The Arkansas Historic Preservation Program (AHPP) will take its next “Walks Through History” tour to downtown Osceola beginning at 11 a.m. Saturday, Sept. 15. All tours are free and open to the public.


“Osceola’s commercial downtown area, which includes the Hale Avenue Historic District and six buildings listed on the National Register of Historic Places, contains examples of several architectural styles that reflect the great prosperity this Delta town experienced in the early 20th century,” according to a news release.


The tour will begin at the Mississippi County Courthouse. It is co-sponsored by the Mississippi County Historical Society and Mississippi County Museum and the Arkansas Humanities Council.


In the “Walks Through History” program, which is co-sponsored by the Arkansas Humanities Council, AHPP historians provide free guided walking tours of historic structures and districts across Arkansas. Most tours begin at 11 a.m. on Saturdays, according to the release.


The American Institute of Architects offers two HSW continuing education learning unit credits for members who attend a “Walks Through History” tour.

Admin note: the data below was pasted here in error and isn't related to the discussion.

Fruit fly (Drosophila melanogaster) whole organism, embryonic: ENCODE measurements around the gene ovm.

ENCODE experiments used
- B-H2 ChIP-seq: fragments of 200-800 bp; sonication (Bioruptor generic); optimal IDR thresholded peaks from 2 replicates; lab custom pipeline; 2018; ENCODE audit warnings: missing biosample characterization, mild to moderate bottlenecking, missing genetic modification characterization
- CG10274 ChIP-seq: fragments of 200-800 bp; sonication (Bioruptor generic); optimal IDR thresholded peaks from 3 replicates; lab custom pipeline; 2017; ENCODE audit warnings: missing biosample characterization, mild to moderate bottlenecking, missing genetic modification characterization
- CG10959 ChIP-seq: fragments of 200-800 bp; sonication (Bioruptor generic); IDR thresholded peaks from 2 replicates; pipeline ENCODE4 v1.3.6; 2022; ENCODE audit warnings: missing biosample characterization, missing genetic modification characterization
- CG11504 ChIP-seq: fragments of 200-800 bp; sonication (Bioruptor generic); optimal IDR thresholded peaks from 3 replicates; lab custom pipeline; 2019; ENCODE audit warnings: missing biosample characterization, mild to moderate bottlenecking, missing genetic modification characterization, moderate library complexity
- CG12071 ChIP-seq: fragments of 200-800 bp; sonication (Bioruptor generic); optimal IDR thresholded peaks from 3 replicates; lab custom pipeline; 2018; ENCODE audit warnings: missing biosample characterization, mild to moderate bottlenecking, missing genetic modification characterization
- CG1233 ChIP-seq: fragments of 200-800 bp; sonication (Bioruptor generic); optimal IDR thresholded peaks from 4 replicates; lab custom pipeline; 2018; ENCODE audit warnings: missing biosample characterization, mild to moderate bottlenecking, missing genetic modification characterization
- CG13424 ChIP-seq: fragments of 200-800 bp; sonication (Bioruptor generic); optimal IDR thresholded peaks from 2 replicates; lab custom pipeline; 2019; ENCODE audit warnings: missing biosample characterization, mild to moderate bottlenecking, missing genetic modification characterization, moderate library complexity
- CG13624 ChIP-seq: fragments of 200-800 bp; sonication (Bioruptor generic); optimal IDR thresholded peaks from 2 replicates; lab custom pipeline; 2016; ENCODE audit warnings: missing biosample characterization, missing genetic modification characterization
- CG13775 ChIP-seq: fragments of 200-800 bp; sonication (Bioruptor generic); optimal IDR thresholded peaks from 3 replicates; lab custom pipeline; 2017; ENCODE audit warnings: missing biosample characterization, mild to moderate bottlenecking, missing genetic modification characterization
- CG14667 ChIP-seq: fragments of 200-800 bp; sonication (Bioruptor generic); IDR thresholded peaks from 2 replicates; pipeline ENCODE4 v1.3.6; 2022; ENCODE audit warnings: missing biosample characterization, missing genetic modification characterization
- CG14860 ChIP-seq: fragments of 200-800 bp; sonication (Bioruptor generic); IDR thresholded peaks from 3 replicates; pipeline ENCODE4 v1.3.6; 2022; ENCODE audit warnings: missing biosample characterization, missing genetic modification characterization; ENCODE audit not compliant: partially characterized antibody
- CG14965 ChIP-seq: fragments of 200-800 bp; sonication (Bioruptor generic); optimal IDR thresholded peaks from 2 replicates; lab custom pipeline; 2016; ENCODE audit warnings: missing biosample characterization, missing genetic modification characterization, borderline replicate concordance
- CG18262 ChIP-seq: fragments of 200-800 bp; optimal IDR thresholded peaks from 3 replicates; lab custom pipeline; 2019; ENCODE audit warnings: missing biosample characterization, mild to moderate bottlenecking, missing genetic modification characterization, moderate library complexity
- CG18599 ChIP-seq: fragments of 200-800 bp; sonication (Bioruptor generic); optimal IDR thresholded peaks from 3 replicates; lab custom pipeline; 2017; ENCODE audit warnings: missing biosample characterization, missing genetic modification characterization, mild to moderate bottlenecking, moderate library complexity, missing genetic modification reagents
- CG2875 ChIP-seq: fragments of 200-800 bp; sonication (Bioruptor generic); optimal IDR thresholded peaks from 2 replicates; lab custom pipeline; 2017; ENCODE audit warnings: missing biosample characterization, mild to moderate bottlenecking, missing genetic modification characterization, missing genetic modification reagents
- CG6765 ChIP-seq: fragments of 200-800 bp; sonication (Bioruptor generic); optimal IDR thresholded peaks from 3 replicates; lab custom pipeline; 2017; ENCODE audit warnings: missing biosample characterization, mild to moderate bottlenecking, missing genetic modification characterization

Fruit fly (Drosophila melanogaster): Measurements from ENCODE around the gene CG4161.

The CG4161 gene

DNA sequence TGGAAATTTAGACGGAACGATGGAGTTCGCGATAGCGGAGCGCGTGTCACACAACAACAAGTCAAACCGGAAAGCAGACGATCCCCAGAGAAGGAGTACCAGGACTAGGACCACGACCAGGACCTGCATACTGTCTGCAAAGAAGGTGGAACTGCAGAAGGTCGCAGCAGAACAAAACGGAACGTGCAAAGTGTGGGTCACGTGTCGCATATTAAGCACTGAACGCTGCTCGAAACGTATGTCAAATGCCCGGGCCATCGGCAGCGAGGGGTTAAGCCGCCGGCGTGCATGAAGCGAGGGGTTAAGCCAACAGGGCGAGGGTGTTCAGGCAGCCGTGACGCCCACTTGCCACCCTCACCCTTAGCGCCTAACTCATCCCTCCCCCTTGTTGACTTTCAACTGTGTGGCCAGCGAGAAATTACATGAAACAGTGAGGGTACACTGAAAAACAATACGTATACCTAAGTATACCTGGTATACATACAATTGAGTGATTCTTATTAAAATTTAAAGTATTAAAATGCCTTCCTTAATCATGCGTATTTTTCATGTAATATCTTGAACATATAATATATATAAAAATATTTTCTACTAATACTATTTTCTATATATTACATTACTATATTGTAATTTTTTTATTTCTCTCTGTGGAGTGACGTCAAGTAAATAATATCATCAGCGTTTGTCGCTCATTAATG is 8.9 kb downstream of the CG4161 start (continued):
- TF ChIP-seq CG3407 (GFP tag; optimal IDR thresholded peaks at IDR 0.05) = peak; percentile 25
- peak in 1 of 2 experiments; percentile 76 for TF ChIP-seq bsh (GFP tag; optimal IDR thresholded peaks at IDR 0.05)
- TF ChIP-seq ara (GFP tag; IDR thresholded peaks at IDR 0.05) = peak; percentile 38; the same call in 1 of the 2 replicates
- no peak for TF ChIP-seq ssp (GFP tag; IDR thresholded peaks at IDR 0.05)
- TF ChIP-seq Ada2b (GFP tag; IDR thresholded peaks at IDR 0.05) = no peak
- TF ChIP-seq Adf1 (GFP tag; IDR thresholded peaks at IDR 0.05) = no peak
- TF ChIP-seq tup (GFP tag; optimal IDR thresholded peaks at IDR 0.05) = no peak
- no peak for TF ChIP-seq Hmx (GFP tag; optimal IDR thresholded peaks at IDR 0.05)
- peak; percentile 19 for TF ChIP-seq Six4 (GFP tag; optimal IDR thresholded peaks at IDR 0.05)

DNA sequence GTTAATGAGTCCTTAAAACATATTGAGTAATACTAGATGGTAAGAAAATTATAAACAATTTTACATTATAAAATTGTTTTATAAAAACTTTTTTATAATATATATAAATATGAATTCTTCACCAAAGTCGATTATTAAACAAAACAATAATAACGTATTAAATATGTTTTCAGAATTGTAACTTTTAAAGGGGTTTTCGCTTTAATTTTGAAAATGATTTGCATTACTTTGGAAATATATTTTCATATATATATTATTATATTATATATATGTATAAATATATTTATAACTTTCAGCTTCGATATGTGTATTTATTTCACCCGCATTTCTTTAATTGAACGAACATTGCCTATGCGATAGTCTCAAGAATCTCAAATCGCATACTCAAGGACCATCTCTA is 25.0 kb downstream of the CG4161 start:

Other 2018 “Walks Through History” tours will be held Oct. 13, Heber Springs Commercial Historic District, co-sponsored by the Heber Springs Library and Downtown Heber Springs Network, and Nov. 10, Magnolia Commercial Historic District, co-sponsored by the Magnolia-Columbia County Chamber of Commerce.


Details: call the AHPP at (501) 324-9880, write the agency at 1100 North Street, Little Rock, AR 72201, send an e-mail message to info@arkansaspreservation.org, or visit www.arkansaspreservation.org.


The “Walks Through History” program is co-sponsored by the Arkansas Humanities Council, which seeks to promote the understanding, appreciation, and use of the humanities in Arkansas. The humanities include the study of history, literature, ethics, philosophy, language, and the various legal, cultural, religious, and folk traditions – past and present - that define the human condition, according to the release.


The AHPP is the Department of Arkansas Heritage division responsible for identifying, evaluating, registering and preserving the state’s cultural resources. Other divisions are the Arkansas Arts Council, the Delta Cultural Center in Helena, the Old State House Museum, the Mosaic Templars Cultural Center, the Arkansas Natural Heritage Commission and the Historic Arkansas Museum, according to the release.